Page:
Hurricane Sandy froze commerce, shut down stock exchanges for the first time since 9/11 and idled millions of workers on Monday, laying siege to an economy still trying to get out of first gear.

With the US east coast from North Carolina to Massachusetts threatened by furious winds and a potentially devastating storm surge, businesses closed, refiners shut down operations and insurers girded for a leap in damage claims.

The New York Stock Exchange and the Nasdaq market shut completely on Monday and will stay closed on Tuesday, with operations expected to resume Wednesday, "conditions permitting," the NYSE added.

It was the first full trading closure since the September 11 attacks closed US equity markets for four days in 2001, and the first full NYSE shutdown due to weather since September 1985, when Hurricane Gloria closed it for a day.

Disaster estimator Eqecat forecast that the massive storm could cause up to $20 billion in damages, only half of them insured, as it strikes land around New Jersey and collides with another weather front.

Tom Larsen, the company's senior vice president, said the category one storm could affect 20 percent of the US population.

That could hit an economy that has already been struggling to gather pace, with economic growth at 2.0 percent in the third quarter and the government struggling to overcome an unemployment rate of 7.8 percent.

The storm also comes as President Barack Obama battles a strong challenge from Republican Mitt Romney, with the November 6 election offering voters a choice between the very different economic plans mapped out by the two.

Four major economic centers -- New York, Washington, Philadelphia and Baltimore -- were effectively closed, with mass transit and flights cut or halted completely, businesses shuttered and office workers forced to work from home.

Banks such as Bank of America and Goldman Sachs -- located in low-lying areas of Manhattan that were ordered evacuated in the face of a flooding threat -- shut their doors and transferred crucial operations to other offices.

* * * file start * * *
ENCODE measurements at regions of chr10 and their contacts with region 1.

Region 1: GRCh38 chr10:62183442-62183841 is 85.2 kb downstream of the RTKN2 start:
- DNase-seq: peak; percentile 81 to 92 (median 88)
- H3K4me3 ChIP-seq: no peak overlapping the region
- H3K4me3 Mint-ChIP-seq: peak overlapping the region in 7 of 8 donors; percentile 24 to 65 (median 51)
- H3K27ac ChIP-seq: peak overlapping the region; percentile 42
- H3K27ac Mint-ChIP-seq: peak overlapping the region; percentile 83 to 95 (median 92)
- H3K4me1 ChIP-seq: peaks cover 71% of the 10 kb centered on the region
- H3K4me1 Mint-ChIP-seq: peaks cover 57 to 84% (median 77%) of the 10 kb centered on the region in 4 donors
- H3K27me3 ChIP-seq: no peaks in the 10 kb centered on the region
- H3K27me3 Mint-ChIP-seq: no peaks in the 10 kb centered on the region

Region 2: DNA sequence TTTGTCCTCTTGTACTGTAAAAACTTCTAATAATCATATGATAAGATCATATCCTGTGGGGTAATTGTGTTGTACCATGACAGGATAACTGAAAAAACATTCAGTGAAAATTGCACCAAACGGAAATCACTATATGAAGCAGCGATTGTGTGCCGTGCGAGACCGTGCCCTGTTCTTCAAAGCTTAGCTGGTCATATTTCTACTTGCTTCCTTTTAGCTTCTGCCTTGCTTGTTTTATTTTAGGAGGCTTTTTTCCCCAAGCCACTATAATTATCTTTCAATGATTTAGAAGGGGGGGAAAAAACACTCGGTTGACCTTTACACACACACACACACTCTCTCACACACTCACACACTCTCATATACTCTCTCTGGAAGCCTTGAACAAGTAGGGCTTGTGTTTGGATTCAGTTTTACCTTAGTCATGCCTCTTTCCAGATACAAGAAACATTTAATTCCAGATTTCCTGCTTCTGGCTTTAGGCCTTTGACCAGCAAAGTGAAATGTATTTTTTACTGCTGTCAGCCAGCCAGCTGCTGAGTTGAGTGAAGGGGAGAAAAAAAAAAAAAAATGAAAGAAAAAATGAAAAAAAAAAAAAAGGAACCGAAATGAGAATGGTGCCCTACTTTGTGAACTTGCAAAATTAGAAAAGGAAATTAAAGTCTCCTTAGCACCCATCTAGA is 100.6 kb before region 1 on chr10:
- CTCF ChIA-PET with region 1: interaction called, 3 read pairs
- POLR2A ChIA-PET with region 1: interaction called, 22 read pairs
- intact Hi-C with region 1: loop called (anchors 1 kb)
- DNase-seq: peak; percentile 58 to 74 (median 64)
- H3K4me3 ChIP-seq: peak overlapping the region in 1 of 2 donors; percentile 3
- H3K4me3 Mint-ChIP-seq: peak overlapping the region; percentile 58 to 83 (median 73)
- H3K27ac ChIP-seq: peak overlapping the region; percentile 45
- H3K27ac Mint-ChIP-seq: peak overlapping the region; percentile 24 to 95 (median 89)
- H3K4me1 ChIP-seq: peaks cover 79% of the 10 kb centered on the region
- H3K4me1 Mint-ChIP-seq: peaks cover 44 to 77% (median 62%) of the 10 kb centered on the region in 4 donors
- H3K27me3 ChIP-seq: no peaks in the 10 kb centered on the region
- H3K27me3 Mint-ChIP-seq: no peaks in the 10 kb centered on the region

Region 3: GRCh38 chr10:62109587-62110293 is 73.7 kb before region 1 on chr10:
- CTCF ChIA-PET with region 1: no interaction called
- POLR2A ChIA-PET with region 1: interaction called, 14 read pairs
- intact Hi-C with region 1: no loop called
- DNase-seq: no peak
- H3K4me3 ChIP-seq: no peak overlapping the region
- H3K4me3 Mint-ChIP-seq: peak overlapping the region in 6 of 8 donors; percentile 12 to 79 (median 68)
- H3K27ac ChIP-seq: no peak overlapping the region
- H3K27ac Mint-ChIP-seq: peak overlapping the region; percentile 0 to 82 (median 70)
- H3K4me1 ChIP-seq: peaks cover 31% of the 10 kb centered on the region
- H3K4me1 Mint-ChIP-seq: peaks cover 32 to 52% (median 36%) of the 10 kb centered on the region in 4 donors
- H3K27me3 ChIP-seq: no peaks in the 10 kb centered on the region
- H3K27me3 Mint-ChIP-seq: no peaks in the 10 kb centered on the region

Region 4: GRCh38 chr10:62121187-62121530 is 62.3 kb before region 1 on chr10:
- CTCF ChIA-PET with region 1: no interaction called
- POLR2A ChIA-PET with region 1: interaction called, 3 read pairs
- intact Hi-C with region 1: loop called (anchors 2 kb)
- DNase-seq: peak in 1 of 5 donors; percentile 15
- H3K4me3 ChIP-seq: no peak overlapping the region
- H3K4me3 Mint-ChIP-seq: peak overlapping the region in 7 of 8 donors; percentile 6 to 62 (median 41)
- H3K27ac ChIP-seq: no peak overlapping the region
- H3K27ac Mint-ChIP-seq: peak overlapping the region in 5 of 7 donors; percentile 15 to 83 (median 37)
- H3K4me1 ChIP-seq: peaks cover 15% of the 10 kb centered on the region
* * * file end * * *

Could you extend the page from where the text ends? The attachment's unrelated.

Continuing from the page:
Many companies who had expected to announce quarterly earnings put off their release, including Pfizer, McGraw-Hill and Thomson Reuters.

There were widespread warnings that power would be cut to many homes and businesses, meaning that even after the mega-storm passes on Wednesday, many people would possibly still be unable to go back to work.

Hurricane Sandy was packing maximum sustained winds of 90 miles (150 kilometers) per hour Monday as it headed for the US East Coast.

Storm surges were already causing flooding along the coast, with more flooding expected.

Worries that fuel could be in short supply because of the shutdown of several oil refineries along the coast were downplayed, mainly because consumption was also sharply lower as drivers stayed home.

"Gas availability could be affected more from the threats of flooding," said Stephen Rajczyk of the northern New Jersey branch of the motorists' organization AAA.

But, he added: "Prices should not be impacted by this due to less driving, businesses and schools closed, less economic activity in general."

Some played down the broader impact of the storm on the economy, saying that construction, trading and shopping would resume with a spurt afterward.

"Wealth destruction is bad, and Hurricane Sandy could destroy billions in national wealth," said Jason Schenker of Prestige Economics.

"Nevertheless, while hurricanes and other natural disasters are extremely negative for wealth, they are usually positive for growth."